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What an Out-of-State Celebrity Case Can Teach Florida Residents About the Benefits of Prenuptial Agreements and Prompt Action in Divorce

We can learn a lot sometimes from legal cases involving celebrities. Musician Ric Ocasek, who achieved his greatest notoriety in the 1980s with his band The Cars and who died in 2019, is one such example. His case offers a clear example of how you, as a Floridian, can benefit from completing your divorce promptly or, perhaps even more beneficially, from executing a prenuptial or post-nuptial agreement with your spouse. If you have a large amount of wealth, the difference between doing these things and not doing these things can be millions of dollars. To make sure that your wealth will continue to go where you want it to, even as you contemplate an upcoming marriage or an upcoming divorce, be sure to rely upon an experienced Florida divorce attorney.

In 2018, Ocasek’s wife, model Paulina Porizkova, announced that she and Ocasek had separated in 2017. In September 2019, Ocasek died of natural causes. At the time, he and Porizkova remained married. Later last year, news reports indicated that Ocasek had excluded Porizkova from his will. The will stated that the pair were “in the process of divorcing” and that Porizkova was not entitled to anything from his estate “because she has abandoned me,” according to Ocasek’s estate included $5 million just in copyrights.

Ocasek died in New York City and his probate estate will not be administered in Florida. However, for many people, especially people with high dollar estates, it is very important to look at a case like Ocasek’s and understand the impact of a divorce on your probate estate. The Florida Statutes have something called a “spousal share” for surviving spouses. That law says that, if your spouse survives you, she can “elect” to receive 30% of your estate, regardless of what your estate planning documents say. (That’s true even if your documents expressly say she should receive nothing.)

You are completely free to disinherit your ex-spouse, but a surviving spouse cannot receive nothing unless she killed you, or the marriage was procured through fraud, duress or undue influence. That’s generally true even if you and your spouse are separated and living apart, and have been apart for an extended period of time.

So, as you can see, there is a dramatic difference between how the law in Florida will treat your ex-spouse as opposed to how the law treats your estranged spouse.

What does all that mean for you?

If you’ve decided that your marriage is broken and truly cannot be saved, you should proceed with completing the divorce process swiftly and without delay. The finality of divorce may be emotionally painful but, if the marriage is irretrievable, it is best (both emotionally and financially) to complete your divorce quickly, obtain closure and protect your assets.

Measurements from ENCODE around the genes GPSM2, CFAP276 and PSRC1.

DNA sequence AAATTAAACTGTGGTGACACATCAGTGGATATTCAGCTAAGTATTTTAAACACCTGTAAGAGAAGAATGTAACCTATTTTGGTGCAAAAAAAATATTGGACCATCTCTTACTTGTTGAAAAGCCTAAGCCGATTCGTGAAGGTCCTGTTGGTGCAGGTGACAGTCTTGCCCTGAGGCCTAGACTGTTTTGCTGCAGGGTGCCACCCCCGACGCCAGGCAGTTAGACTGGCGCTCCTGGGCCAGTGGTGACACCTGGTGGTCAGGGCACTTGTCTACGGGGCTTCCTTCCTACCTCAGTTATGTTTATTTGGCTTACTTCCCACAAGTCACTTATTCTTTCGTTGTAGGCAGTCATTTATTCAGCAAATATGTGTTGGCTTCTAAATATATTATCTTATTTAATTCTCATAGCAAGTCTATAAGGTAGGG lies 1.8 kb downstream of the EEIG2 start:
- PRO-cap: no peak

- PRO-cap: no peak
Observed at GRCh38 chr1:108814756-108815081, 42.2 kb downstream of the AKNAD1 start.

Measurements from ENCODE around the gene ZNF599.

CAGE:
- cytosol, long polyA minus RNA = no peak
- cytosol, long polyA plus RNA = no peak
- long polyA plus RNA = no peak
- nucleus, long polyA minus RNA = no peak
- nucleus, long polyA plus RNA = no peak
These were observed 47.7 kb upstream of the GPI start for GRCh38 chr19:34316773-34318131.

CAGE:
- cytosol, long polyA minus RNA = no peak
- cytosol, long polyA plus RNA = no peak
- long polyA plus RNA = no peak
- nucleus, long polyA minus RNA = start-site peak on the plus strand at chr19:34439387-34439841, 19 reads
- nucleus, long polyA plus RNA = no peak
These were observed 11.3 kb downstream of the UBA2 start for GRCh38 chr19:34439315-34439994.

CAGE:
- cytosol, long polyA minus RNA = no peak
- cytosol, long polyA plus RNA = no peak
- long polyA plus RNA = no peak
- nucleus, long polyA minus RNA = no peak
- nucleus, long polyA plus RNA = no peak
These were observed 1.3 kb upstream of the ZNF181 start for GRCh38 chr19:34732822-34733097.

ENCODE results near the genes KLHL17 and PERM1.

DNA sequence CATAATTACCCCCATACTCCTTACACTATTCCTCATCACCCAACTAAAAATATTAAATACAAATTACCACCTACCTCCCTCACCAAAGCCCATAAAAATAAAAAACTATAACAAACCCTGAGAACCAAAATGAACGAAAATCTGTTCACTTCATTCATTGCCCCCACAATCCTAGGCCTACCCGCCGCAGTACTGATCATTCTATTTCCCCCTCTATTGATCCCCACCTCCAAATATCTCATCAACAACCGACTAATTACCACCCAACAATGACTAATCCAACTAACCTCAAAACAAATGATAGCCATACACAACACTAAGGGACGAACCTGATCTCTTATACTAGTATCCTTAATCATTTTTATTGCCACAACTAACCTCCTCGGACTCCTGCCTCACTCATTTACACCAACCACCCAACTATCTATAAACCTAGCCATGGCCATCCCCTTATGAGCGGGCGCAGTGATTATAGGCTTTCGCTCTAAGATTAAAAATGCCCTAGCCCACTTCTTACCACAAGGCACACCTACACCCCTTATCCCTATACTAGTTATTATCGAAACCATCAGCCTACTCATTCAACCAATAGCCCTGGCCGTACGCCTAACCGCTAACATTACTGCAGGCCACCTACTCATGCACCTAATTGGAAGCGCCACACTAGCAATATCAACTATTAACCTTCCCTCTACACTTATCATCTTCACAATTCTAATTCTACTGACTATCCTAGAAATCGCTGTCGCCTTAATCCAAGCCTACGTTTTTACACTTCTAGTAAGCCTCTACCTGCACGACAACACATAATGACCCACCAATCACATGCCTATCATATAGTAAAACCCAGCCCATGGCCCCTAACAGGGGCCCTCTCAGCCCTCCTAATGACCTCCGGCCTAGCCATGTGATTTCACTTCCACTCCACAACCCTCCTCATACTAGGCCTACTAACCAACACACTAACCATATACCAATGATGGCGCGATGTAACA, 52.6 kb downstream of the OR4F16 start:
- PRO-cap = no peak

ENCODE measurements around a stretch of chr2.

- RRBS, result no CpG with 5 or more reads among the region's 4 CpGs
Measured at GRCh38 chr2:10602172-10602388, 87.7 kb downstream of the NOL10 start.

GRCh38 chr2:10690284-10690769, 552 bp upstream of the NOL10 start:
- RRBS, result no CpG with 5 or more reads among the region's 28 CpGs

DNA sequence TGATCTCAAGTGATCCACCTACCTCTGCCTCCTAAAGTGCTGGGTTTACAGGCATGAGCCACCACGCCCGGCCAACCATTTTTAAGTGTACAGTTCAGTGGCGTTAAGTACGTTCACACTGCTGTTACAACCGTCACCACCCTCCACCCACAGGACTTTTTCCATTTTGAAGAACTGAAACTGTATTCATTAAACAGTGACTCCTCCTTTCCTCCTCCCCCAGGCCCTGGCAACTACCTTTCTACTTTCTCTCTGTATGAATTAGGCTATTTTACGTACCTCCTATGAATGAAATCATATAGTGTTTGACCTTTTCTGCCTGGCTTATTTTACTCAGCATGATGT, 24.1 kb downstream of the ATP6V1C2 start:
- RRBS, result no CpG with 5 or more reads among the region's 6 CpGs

Also, you should be careful if you want to provide financially for your ex-spouse-to-be. While some people divorce in order to sever all ties with their spouse, some couples divorce but remain close friends. Some in that latter group may want to provide for their ex-spouse in the event of their death, even after the divorce. Don’t rely solely on what you put in the estate planning documents you signed when the marriage was still intact to accomplish that.

Florida law says that, absent clear instructions to the contrary, any provision benefiting a spouse in a will is ignored if the couple divorces before the will is administered in probate. So, if you want to provide for your ex, it is best to make sure that you have it in “black and white” somewhere else, such as putting it in your divorce settlement agreement.

What is also true is that, whenever possible, it is best to make decisions amicably and as a couple, as opposed to waiting for a divorce or death to trigger a prolonged and expensive adversarial process in the courts. For many couples, that pro-active step may mean a prenuptial or post-nuptial agreement. Not only can the two of you use such an agreement to address how assets should be distributed in the event of a divorce, you can also deal with this issue of the spousal elective share. Florida law says that a spouse-to-be is free, within the terms of a prenuptial agreement, to waive his/her statutory rights to take an elective share in the event of the other spouse’s death.

In other words, plan ahead when you can. Make decisions collaboratively as a couple where you can. When legal action like a divorce becomes necessary, act decisively and promptly. And, whether you are pursuing a prenuptial agreement, post-nuptial agreement, marital settlement agreement or a contested divorce, always count on the knowledgeable South Florida family law attorneys at Stok Kon + Braverman. Our attorneys are here to give you the thoughtful advice and diligent advocacy you and your family deserve.

Contact us online or by calling (954) 237-1777 to schedule your consultation and find out how this firm can help you.

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